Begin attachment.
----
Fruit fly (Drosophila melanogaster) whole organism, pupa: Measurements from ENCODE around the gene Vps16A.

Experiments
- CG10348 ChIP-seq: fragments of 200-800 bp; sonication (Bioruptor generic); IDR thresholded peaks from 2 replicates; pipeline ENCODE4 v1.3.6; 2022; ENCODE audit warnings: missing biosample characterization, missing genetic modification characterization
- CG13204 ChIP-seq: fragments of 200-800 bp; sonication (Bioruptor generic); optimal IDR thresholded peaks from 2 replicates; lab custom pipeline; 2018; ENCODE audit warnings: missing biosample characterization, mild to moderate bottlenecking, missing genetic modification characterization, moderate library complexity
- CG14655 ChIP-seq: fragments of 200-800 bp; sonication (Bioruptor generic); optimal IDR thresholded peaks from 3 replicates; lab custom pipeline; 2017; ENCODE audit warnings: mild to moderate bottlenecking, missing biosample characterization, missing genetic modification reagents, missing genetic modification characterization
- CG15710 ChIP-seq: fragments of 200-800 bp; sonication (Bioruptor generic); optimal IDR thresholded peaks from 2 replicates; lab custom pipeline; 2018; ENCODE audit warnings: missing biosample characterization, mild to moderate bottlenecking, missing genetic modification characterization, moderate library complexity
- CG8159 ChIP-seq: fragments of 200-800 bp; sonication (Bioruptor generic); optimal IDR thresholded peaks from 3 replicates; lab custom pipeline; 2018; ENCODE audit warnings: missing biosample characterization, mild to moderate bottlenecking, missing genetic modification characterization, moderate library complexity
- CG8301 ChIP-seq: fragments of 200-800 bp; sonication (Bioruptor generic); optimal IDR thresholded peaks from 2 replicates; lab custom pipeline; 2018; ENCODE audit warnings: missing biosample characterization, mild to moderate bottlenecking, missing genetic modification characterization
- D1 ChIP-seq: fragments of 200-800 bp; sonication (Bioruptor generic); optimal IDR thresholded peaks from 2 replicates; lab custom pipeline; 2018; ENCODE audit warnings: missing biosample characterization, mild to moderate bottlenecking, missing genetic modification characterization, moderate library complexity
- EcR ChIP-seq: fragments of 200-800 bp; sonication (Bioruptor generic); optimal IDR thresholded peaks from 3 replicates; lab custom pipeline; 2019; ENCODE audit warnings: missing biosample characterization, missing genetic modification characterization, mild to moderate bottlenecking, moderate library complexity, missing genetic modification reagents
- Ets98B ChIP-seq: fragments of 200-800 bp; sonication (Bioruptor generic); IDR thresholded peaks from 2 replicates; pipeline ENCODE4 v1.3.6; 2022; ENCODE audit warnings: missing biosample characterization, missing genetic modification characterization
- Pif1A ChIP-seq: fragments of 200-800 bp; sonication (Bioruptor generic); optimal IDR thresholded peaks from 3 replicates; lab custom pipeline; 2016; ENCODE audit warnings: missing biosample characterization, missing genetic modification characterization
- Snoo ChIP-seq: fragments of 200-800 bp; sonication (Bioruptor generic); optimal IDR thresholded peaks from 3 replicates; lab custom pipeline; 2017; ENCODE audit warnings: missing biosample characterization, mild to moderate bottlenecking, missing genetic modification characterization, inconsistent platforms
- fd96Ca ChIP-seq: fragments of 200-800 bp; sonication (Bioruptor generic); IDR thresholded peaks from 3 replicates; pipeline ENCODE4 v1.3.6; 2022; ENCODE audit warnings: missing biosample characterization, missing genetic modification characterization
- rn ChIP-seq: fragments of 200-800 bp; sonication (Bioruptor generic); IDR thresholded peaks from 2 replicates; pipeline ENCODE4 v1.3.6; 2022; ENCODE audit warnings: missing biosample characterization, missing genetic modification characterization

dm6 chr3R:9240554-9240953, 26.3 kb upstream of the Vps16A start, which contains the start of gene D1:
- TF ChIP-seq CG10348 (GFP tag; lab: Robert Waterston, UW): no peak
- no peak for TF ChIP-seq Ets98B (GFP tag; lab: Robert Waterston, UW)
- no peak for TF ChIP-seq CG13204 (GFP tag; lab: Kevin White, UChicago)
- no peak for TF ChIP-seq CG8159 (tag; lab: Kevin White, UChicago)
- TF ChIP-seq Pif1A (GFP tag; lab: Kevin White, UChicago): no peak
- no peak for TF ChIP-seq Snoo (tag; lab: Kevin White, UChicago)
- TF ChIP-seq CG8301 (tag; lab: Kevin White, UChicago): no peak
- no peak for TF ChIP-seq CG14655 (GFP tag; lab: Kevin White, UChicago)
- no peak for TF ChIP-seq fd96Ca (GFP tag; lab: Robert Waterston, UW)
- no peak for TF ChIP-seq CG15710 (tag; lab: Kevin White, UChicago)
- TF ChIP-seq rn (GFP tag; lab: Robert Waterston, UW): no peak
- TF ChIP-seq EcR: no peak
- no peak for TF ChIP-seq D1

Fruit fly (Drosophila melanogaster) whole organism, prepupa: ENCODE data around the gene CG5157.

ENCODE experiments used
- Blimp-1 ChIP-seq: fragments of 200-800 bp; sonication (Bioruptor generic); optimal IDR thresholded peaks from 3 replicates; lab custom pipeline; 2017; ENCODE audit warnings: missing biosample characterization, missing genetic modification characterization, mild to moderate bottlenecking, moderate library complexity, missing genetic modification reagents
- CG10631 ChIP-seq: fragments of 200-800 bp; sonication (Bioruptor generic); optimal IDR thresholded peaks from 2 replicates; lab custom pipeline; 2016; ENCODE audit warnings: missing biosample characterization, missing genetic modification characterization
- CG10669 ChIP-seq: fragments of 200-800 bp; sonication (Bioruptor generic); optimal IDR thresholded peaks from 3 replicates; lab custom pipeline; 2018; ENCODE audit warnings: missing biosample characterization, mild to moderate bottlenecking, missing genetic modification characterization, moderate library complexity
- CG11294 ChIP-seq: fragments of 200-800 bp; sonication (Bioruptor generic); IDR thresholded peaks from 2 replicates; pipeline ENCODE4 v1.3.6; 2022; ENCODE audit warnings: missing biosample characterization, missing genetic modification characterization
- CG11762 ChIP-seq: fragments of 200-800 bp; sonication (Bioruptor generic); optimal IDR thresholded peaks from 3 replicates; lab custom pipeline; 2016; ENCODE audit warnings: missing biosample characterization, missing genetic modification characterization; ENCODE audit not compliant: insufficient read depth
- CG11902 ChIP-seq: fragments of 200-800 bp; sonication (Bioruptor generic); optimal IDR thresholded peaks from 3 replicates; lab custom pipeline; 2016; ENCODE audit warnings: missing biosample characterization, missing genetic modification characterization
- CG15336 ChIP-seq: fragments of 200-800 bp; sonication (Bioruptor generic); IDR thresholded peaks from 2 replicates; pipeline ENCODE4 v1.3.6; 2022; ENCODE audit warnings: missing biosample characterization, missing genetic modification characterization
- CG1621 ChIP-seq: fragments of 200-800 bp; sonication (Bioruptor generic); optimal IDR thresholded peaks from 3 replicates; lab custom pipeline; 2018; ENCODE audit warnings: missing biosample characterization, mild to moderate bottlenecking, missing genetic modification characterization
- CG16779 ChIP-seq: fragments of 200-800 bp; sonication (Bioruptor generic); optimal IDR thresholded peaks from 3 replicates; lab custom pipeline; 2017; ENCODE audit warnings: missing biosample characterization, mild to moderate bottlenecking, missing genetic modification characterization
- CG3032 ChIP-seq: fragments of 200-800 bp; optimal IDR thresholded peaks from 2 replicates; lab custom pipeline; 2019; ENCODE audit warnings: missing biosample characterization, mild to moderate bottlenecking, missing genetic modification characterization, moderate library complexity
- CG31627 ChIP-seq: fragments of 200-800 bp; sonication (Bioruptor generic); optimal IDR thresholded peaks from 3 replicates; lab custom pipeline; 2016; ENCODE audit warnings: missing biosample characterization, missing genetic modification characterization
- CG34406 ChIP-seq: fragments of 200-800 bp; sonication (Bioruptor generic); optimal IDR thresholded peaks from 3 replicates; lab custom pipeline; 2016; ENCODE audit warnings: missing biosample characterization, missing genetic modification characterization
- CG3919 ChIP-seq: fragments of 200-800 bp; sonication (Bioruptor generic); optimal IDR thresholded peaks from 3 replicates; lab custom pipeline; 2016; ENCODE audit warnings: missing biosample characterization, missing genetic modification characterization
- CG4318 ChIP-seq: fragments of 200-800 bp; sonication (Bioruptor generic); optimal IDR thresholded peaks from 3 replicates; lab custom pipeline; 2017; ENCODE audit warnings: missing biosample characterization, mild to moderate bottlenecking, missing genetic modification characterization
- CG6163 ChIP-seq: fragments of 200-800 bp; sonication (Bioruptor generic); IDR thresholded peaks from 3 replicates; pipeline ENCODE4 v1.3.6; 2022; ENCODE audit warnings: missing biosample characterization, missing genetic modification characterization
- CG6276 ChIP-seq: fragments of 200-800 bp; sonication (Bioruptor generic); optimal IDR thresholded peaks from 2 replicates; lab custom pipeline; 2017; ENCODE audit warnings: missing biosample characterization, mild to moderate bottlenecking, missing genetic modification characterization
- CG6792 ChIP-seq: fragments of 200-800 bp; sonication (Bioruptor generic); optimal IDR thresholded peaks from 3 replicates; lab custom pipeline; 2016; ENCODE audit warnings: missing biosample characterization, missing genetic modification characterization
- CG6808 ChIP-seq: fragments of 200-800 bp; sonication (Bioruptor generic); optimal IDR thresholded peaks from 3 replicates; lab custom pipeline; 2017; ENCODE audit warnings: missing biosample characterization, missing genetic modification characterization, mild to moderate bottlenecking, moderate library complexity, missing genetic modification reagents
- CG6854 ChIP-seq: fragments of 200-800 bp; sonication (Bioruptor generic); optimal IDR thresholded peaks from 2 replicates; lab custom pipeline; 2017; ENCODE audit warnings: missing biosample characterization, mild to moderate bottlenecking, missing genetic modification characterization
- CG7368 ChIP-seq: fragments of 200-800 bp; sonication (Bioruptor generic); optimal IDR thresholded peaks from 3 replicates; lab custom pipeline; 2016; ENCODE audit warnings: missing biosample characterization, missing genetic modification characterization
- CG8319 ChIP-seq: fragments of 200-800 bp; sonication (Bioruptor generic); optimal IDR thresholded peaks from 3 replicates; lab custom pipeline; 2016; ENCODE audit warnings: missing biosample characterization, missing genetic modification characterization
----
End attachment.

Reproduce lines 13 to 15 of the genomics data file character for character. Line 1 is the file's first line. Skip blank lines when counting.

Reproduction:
- Snoo ChIP-seq: fragments of 200-800 bp; sonication (Bioruptor generic); optimal IDR thresholded peaks from 3 replicates; lab custom pipeline; 2017; ENCODE audit warnings: missing biosample characterization, mild to moderate bottlenecking, missing genetic modification characterization, inconsistent platforms
- fd96Ca ChIP-seq: fragments of 200-800 bp; sonication (Bioruptor generic); IDR thresholded peaks from 3 replicates; pipeline ENCODE4 v1.3.6; 2022; ENCODE audit warnings: missing biosample characterization, missing genetic modification characterization
- rn ChIP-seq: fragments of 200-800 bp; sonication (Bioruptor generic); IDR thresholded peaks from 2 replicates; pipeline ENCODE4 v1.3.6; 2022; ENCODE audit warnings: missing biosample characterization, missing genetic modification characterization